[ bur-oh-ing-glish or, often, -lish, buhr- ]
/ ˈbɜr oʊˈɪŋ glɪʃ or, often, -lɪʃ, ˈbʌr- /


(formerly, in some parts of England) a custom by which the youngest son inherited the entire estate upon the death of his father.

Origin of borough-English

Middle English word dating back to 1300–50 Unabridged Based on the Random House Unabridged Dictionary, © Random House, Inc. 2019

Examples from the Web for borough-english

  • From this nefarious degradation of woman the custom of Borough-English arose, the youngest son becoming the heir.

    Woman, Church & State|Matilda Joslyn Gage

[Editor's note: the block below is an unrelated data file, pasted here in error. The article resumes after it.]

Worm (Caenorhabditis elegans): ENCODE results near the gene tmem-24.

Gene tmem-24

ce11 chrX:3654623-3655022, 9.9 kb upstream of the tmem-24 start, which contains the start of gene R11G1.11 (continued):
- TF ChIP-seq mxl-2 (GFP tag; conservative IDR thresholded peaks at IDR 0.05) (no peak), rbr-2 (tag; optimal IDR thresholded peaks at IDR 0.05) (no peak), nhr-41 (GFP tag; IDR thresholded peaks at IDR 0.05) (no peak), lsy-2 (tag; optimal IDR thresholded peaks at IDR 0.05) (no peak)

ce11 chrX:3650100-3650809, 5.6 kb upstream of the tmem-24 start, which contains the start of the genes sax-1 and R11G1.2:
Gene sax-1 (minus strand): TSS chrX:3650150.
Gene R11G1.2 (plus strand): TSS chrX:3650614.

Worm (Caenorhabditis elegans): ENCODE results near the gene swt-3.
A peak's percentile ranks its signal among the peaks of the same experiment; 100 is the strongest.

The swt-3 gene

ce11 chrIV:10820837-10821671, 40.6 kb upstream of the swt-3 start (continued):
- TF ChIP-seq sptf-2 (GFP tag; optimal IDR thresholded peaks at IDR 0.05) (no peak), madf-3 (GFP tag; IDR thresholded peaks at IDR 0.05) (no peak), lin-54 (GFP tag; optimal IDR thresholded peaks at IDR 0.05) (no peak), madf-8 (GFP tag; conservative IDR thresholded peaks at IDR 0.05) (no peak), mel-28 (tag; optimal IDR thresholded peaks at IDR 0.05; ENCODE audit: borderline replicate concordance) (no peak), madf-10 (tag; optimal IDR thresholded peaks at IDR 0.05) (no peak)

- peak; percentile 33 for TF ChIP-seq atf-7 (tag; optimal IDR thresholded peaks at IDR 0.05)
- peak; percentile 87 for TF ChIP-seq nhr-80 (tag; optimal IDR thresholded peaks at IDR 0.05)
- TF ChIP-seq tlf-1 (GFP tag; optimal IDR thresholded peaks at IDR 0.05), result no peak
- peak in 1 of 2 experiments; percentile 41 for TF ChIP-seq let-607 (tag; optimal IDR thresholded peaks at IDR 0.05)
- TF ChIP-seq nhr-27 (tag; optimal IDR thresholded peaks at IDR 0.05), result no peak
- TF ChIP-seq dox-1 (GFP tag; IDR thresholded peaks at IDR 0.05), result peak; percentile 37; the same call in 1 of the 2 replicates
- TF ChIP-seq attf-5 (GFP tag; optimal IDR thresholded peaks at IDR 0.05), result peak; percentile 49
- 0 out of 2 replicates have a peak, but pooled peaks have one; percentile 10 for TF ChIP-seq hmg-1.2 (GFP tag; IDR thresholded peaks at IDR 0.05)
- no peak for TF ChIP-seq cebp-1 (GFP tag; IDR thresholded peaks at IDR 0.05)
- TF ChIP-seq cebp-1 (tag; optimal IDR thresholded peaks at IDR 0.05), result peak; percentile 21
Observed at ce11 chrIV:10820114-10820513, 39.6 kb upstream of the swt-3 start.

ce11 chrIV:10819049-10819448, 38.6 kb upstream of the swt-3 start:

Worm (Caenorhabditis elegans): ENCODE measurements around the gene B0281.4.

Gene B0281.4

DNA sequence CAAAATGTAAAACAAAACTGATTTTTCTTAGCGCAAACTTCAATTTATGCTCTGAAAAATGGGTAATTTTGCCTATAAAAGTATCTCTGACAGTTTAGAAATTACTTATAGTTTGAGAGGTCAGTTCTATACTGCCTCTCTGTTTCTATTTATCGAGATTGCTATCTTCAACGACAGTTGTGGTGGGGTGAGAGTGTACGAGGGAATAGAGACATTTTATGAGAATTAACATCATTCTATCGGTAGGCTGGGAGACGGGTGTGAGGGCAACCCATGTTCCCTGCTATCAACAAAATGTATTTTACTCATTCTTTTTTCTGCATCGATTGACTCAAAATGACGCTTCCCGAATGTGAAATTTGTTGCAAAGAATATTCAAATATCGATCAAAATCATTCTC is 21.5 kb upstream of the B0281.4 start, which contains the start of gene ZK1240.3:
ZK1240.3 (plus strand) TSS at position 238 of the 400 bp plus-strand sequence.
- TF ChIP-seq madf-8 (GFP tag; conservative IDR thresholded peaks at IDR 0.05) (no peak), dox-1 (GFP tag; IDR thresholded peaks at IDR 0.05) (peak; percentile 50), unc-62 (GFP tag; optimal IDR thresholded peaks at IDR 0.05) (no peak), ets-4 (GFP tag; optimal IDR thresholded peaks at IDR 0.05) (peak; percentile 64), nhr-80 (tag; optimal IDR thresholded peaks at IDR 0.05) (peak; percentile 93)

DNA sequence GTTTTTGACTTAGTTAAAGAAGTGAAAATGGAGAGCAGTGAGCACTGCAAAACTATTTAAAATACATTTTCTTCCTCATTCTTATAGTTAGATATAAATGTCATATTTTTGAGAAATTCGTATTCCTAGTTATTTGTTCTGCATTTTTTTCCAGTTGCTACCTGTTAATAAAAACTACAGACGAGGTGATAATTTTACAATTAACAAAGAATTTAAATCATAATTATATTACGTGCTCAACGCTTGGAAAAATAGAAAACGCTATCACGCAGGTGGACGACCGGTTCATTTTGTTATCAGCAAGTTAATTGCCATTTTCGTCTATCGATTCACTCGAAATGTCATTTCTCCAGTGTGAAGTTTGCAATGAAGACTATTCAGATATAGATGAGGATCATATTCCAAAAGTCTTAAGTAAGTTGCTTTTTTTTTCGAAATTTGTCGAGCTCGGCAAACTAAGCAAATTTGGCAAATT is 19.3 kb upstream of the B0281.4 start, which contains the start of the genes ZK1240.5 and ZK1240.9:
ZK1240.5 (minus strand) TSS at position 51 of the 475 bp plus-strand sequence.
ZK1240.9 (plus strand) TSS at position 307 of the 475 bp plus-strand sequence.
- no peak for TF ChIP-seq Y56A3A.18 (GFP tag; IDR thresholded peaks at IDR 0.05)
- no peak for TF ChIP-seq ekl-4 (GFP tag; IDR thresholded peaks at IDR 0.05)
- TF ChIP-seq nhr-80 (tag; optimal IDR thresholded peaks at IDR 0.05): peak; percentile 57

British Dictionary definitions for borough-english



English law (until 1925) a custom in certain English boroughs whereby the youngest son inherited land to the exclusion of his older brothersCompare primogeniture, gavelkind

Word Origin for borough-English

C14: from Anglo-French tenure en burgh Engloys tenure in an English borough; so called because the custom was unknown in France
Collins English Dictionary - Complete & Unabridged 2012 Digital Edition © William Collins Sons & Co. Ltd. 1979, 1986 © HarperCollins Publishers 1998, 2000, 2003, 2005, 2006, 2007, 2009, 2012